The GCash card can be used both online and offline like your typical credit card. The smartphone app on the other hand, allows you to pay for services and receive money using QR codes (scan to pay).

One unique feature is that it can link with Facebook Messenger and use the service with the help of chatbots.

Users can register using their Globe app or apply and get KYC’d (Know Your Customer) by visiting Globe outlets for the virtual Amex or Visa card.

Another unique feature is its strong integration with PayPal, allowing you to link your GCash account to it and easily transfer fund for withdrawals and purchases using your GCash.

Pros:

  • Ability to link PayPal and Facebook Messenger
  • GCash American Express Virtual Pay

Cons:

  • Need to be a Globe Subscriber
  • You have to visit a Globe outlet to apply for the card variant
  • GCash charges Php20 for every Php1,000 and any amount in excess that you cash out

How to apply for Merchants

  • Check out the steps here.

Merchants using GCash:

  • SM Malls
  • Ayala Malls
  • Ministop
  • PureGold
  • Robinsons Department Stores

Verdict: 3/5 for Merchants and Consumers

4. PayMaya

PayMaya (created by Smart & PLDT) is essentially a virtual prepaid card for your online purchases, booking flights, and more.

Depending on your mobile network, you either get a virtual Visa or Mastercard. If you obtain a physical card, you can use it at establishments here and abroad, wherever Visa is accepted.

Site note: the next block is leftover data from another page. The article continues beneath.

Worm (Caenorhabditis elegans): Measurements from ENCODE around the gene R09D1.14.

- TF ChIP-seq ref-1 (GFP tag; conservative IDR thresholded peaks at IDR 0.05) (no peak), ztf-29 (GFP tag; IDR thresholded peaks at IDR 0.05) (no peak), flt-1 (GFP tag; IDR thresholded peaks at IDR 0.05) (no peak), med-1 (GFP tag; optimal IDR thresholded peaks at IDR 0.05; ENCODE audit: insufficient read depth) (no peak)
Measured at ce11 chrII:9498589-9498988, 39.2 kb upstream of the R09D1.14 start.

How it Works

The process is quite easy. After downloading their app, register your personal info and create an account. An SMS will be sent to you for verification.

After entering this into the box provided, you can then view your card and use it. If you want their EMV card, you can purchase it for P150.00 and they will deliver it to your address.

You can load your PayMaya wallet via Robinson Department stores, SM Centers, Smart Stores, 7-Eleven, RCBC Online Banking and others.

Pros

  • Supports both Visa and Mastercard
  • Available to any type of telco subscriber
  • No need to visit a Smart outlet to apply for the physical card
  • Integration with Messenger

Cons

  • There is a charge of at least 0.5% to load up from Smart Money to PayMaya
  • PayMaya charges P15 for every P1000 load-up on any PayMaya load up center

How to apply for Merchants

Merchants using PayMaya:

  • Zalora
  • Steam
  • MetroDeal, Ensogo, and DealGrocer
  • FoodPanda
  • Netflix and Iflix

Verdict: 3/5 for Merchants and Consumers

5. Dragon Pay

Established in 2010, Dragon Pay is the brainchild of CEO Robertson Chiang, who wanted to solve the problem of low-adoption rate of e-commerce in the country.

He wanted to create an alternative mode of payment that will allow unbanked customers to pay for products and services without the need for a credit card or savings account.

Today, it offers strong merchant features like Mass Payout and Recurring Payments.

How it Works

Dragon Pay should not to be confused as a digital wallet. It’s an online payment platform that allows online-based shops (or ecommerce) to accept payments via non-traditional methods outside of cash or credit cards.